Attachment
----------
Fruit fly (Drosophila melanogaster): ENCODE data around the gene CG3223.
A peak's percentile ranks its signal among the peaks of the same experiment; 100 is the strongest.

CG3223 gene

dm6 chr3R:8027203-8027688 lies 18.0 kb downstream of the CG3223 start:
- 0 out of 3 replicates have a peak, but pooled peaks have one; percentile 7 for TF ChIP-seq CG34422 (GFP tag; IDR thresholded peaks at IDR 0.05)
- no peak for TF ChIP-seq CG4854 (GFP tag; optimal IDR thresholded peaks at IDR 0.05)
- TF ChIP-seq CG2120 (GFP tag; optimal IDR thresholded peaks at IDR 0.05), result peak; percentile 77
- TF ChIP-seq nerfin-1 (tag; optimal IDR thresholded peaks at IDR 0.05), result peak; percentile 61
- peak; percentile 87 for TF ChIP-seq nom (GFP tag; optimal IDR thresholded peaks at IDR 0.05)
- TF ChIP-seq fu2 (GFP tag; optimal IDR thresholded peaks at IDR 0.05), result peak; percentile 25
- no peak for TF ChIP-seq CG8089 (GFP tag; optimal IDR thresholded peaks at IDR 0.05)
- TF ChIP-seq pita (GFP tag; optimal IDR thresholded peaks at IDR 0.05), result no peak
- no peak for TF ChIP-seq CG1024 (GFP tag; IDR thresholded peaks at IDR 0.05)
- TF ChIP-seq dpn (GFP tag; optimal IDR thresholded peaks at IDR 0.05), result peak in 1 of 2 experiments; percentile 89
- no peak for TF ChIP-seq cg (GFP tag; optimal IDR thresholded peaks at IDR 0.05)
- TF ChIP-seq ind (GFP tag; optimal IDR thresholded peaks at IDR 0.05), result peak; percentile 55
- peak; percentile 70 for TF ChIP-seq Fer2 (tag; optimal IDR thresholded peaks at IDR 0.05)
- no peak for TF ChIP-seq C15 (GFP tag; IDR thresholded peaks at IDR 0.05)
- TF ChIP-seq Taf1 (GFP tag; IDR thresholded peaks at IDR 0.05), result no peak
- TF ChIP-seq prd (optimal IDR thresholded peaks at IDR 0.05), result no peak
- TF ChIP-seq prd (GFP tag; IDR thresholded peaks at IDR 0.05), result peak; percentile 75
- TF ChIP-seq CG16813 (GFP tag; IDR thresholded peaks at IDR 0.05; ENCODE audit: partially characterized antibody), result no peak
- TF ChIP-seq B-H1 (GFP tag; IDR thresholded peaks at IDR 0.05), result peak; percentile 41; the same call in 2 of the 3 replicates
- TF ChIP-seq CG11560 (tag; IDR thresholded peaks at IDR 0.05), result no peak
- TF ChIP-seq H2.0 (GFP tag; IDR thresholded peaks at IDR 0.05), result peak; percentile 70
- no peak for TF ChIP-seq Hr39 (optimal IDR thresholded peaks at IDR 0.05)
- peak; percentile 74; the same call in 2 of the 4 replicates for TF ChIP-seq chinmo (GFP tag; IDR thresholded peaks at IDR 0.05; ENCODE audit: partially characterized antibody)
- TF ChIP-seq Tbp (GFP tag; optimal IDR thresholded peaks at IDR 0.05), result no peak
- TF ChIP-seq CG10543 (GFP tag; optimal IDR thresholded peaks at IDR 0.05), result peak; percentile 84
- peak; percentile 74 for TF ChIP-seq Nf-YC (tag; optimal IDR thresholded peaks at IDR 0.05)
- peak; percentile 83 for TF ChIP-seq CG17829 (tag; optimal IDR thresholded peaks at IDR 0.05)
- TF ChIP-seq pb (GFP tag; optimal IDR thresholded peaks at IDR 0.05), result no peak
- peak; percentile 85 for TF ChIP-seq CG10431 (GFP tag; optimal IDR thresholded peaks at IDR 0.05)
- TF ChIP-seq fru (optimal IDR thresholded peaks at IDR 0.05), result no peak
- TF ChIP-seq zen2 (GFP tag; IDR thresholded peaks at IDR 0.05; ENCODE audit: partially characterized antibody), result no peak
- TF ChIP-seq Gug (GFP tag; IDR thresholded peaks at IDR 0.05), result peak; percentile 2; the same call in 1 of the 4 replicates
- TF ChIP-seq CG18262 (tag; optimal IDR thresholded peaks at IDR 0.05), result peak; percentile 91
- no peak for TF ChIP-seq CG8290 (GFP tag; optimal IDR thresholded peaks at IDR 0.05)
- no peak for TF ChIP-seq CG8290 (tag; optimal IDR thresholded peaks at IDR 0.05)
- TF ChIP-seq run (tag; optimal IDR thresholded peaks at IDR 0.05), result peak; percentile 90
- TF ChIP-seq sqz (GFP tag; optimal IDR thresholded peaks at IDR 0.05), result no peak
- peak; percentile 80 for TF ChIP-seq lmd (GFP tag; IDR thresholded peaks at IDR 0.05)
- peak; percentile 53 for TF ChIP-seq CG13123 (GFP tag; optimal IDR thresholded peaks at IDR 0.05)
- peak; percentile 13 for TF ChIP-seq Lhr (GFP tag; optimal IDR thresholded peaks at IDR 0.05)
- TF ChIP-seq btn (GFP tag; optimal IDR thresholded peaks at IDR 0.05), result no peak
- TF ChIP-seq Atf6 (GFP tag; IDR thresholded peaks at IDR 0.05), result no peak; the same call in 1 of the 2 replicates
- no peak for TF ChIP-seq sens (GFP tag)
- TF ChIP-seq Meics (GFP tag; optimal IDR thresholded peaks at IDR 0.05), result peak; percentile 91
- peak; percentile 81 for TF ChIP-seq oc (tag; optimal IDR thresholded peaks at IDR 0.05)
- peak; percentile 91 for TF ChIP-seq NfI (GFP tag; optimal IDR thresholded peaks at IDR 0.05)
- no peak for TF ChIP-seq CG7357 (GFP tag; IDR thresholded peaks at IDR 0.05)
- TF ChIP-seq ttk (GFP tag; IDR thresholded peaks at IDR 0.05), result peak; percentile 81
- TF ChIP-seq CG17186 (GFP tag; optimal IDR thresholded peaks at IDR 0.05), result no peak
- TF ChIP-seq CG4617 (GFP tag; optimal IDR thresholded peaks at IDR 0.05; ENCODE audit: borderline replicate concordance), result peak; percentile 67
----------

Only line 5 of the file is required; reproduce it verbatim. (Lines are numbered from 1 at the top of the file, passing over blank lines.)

- 0 out of 3 replicates have a peak, but pooled peaks have one; percentile 7 for TF ChIP-seq CG34422 (GFP tag; IDR thresholded peaks at IDR 0.05)